The Different Scales of Hardness Testing


Hardness testing systems provide a quick and economical method of testing mechanical properties; all materials can be tested for hardness provided the correct method of test is adopted. Hardness testing offers valuable information for research and production application where material properties are an important consideration.

The hardness test measures a materials resistance to indentation and is a good reference for properties such as resistance to abrasion. Typical applications are for automotive heat treatment studies, protective and hard coating applications in aerospace and weld inspection in advanced fabrications. In this article we intend to look at the five main types of hardness testing, their history and a brief description of their industrial applications.


The Brinell hardness testing method is the first method invented for standardising hardness, from which other hardness measurement methods have since been derived. Originally invented by Dr. J. A. Brinell in Sweden in 1900, a steel or carbide ball is used of diameter 1mm to 10mm depending on the requirements for hardness test. The ball is loaded with upto 3000Kg to create an impression or indentation in the surface, the size of the indent is measured and converted to a hardness value.

Brinell testing is valuable in foundry applications where the testing of inhomogeneous material is required such as large cast iron castings. The advantage of the large ball is that the components hardness is measured across a range of microstructural features and this enables consistent hardness values to be achieved. While the Brinell test is considered to be less versatile than that of the Vickers or Rockwell, it is more effective at testing materials such as forgings and castings.


The Vickers hardness test was originally developed in 1924 by Smith and Sandland at Vickers Ltd, as an alternative to the Brinnell test, which was considered to be rather inaccurate and limited in application. The resulting Vickers test on the other hand, retained the same process as the Brinell but by using a pyramid shaped diamond rather than a steel ball indenter, they were able to deliver a more consistent and versatile hardness test.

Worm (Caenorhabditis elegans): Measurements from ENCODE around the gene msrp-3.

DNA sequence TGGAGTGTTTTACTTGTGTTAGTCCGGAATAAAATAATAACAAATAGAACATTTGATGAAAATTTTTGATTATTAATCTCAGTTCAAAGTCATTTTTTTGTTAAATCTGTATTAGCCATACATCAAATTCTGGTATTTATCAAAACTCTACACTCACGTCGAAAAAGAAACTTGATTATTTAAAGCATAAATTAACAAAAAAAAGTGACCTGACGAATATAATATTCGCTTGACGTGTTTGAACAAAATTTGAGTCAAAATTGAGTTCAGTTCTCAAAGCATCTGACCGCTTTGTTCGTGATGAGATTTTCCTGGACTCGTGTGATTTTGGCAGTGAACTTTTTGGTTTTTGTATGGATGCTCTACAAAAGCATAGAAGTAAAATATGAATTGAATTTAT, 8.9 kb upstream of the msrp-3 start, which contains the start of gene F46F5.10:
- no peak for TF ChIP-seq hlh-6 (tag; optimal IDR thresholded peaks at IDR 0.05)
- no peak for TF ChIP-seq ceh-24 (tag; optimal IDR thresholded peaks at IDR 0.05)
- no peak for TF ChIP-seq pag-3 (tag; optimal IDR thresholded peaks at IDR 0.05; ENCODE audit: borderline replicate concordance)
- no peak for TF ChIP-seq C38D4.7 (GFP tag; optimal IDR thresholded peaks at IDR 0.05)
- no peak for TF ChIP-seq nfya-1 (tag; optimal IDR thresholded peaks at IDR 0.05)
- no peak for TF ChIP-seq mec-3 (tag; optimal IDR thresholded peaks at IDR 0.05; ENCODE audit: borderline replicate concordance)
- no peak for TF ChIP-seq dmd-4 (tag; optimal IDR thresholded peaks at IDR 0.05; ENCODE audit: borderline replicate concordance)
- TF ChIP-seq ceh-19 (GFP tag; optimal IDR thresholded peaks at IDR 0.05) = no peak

The Rockwell test was thought up by a Viennese professor Paul Ludwik in his 1908 publication Die Kegelprobe, which directly translates as ‘The Cone Trial’. However, it wasn’t until 1914 that the commercial potential of the test was realised by brothers Stanley and Hugh Rockwell when they applied for a patent. By the 1920’s the commercial production of Rockwell testers had started, and the test is still commonly used today. One of the main strengths of the Rockwell is the small area of indentation needed, unlike the Brinell test. It is also much easier to use as readings can be given directly, without the need for complex calculations and equations.

Microhardness and Knoop

In some cases where only a small material sample is available or needed for testing, then a micro hardness may be used in place of a macro test. Due to the small sample size, the test requires the use of a microscope to measure the indent size following the test. The principle of the micro hardness test is the same as used for the Vickers with loads below 1 Kg and a facility to measure indents at magnifications up to 1000x can be required.

The ability to use such a small sample is both a strength and weakness of the test. On the one hand, only a small sample is needed, however, due to the need to measure the indent optically the material needs to be metallographically prepared prior to testing. The test is also slower than the Vickers test, taking roughly the same time as a Brinell test. rockwell hardness tester for sale

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